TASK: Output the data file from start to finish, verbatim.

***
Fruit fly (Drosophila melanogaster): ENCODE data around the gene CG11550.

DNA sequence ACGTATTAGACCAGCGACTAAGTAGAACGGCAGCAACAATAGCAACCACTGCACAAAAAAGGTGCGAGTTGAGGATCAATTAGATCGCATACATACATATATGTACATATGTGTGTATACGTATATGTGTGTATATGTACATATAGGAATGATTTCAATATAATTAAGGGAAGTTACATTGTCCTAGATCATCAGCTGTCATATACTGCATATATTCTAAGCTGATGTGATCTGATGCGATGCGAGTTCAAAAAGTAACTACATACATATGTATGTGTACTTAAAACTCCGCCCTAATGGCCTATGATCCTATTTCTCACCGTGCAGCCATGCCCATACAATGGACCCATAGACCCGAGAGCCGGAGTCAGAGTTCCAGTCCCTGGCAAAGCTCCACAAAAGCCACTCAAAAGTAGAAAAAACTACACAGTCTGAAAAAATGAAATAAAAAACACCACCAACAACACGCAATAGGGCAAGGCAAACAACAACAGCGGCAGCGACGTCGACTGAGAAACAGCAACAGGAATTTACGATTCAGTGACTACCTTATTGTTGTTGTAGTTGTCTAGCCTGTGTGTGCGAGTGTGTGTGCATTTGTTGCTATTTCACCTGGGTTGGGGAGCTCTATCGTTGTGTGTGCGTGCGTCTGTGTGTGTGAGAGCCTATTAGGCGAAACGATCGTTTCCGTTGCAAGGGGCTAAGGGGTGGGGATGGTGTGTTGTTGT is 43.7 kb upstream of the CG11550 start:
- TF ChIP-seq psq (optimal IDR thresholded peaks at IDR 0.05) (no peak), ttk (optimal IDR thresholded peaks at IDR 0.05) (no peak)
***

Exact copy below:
Fruit fly (Drosophila melanogaster): ENCODE data around the gene CG11550.

DNA sequence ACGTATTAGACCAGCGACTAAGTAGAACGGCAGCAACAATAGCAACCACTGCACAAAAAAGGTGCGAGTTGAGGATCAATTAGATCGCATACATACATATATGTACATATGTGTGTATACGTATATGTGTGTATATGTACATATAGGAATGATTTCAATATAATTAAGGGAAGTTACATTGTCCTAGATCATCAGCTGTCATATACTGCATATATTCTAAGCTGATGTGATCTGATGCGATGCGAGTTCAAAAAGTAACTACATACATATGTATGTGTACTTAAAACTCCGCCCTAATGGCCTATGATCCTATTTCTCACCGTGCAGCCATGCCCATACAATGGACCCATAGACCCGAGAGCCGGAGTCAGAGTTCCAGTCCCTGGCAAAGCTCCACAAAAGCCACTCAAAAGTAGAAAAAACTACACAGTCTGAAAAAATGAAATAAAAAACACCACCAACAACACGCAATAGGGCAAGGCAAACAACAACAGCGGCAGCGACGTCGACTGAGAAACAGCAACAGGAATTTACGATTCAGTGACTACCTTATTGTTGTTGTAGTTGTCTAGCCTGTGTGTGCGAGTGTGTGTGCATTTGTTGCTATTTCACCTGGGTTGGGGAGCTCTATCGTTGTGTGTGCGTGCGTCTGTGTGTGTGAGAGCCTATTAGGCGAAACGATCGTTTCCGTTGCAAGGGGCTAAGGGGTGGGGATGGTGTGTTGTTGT is 43.7 kb upstream of the CG11550 start:
- TF ChIP-seq psq (optimal IDR thresholded peaks at IDR 0.05) (no peak), ttk (optimal IDR thresholded peaks at IDR 0.05) (no peak)